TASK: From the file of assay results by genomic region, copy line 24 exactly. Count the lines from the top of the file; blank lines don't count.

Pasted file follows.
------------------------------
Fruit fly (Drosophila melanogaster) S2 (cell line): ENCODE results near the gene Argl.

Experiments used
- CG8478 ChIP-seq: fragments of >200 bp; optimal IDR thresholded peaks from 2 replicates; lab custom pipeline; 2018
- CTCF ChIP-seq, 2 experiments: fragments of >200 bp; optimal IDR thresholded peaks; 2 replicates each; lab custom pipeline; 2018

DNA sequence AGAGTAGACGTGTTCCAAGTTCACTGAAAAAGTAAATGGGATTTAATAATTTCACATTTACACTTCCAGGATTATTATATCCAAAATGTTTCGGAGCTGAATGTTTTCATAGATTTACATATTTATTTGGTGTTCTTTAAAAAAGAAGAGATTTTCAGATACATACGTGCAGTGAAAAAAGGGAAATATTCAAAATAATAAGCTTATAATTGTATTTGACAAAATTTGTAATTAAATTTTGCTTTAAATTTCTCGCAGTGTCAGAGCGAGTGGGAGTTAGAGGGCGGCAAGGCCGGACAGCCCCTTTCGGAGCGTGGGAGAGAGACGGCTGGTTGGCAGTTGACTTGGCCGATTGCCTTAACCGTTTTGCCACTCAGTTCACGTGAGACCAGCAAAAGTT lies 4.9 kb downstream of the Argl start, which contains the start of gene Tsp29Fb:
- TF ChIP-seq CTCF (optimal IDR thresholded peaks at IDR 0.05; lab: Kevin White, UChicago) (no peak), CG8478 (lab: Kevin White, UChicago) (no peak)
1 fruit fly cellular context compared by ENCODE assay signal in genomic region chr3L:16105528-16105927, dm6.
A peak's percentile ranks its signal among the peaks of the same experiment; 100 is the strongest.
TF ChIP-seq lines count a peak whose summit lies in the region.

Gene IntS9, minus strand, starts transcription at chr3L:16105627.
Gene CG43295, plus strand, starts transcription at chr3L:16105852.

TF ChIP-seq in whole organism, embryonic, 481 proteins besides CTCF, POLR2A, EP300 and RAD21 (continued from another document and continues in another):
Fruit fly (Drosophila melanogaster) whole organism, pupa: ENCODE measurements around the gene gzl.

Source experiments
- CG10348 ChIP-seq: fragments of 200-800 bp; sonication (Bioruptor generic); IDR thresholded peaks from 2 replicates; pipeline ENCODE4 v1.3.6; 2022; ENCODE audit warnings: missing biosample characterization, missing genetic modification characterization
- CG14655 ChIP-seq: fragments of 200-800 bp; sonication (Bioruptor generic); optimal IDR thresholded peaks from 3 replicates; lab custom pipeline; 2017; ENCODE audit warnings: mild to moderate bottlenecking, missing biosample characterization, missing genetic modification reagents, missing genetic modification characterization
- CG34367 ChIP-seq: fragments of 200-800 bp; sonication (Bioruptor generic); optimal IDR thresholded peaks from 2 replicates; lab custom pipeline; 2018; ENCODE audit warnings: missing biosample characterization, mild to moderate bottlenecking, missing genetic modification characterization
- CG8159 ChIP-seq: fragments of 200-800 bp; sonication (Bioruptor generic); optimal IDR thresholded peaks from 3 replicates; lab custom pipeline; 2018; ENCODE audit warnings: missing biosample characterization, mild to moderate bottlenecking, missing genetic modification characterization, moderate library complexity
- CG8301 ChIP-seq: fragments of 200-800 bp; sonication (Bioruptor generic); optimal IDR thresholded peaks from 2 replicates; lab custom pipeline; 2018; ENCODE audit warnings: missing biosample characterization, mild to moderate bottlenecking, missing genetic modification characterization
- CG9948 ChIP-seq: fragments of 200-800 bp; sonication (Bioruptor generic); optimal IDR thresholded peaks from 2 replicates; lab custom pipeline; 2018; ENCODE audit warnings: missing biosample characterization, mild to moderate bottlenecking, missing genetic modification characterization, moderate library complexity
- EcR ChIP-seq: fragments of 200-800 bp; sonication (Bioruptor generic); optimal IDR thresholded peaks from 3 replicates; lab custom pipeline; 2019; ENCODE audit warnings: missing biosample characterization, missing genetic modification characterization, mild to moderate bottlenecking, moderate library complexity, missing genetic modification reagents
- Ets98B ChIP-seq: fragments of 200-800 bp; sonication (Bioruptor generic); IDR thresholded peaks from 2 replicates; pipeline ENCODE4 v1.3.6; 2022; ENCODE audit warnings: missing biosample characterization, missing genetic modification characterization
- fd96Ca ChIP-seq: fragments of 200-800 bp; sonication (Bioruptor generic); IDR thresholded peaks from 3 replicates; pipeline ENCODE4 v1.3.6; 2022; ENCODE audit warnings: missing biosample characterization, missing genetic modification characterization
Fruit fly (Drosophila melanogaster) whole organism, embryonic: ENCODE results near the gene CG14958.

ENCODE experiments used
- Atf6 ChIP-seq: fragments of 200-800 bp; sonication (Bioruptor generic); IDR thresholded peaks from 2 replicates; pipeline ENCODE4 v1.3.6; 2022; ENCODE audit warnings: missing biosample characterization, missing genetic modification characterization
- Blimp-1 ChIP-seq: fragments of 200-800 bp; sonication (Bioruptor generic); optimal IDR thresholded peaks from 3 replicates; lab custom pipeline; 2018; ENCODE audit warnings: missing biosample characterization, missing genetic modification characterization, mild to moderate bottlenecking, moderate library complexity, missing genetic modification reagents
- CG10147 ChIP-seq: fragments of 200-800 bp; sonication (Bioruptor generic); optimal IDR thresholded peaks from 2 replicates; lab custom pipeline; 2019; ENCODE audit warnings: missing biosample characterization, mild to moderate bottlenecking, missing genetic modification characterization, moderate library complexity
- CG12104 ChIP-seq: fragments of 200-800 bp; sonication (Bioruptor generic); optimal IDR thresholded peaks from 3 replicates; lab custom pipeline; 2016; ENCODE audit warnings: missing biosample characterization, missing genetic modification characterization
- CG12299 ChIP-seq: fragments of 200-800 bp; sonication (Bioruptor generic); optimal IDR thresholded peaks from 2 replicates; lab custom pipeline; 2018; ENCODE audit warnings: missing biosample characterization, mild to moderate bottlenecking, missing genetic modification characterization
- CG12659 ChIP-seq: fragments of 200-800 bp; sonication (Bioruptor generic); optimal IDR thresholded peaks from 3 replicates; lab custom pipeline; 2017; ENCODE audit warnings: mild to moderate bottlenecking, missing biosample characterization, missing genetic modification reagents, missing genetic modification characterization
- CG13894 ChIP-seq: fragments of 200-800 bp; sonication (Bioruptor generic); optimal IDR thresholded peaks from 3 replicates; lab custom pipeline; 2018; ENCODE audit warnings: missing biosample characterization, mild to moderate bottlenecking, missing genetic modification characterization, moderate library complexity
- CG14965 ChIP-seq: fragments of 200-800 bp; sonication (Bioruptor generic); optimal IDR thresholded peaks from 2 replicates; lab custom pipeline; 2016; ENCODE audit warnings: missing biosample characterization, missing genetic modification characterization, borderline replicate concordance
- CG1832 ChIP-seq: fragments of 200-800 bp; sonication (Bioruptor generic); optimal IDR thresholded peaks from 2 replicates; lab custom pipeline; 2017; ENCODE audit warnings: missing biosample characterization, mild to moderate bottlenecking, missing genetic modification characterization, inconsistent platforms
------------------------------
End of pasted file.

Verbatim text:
Fruit fly (Drosophila melanogaster) whole organism, embryonic: ENCODE results near the gene CG14958.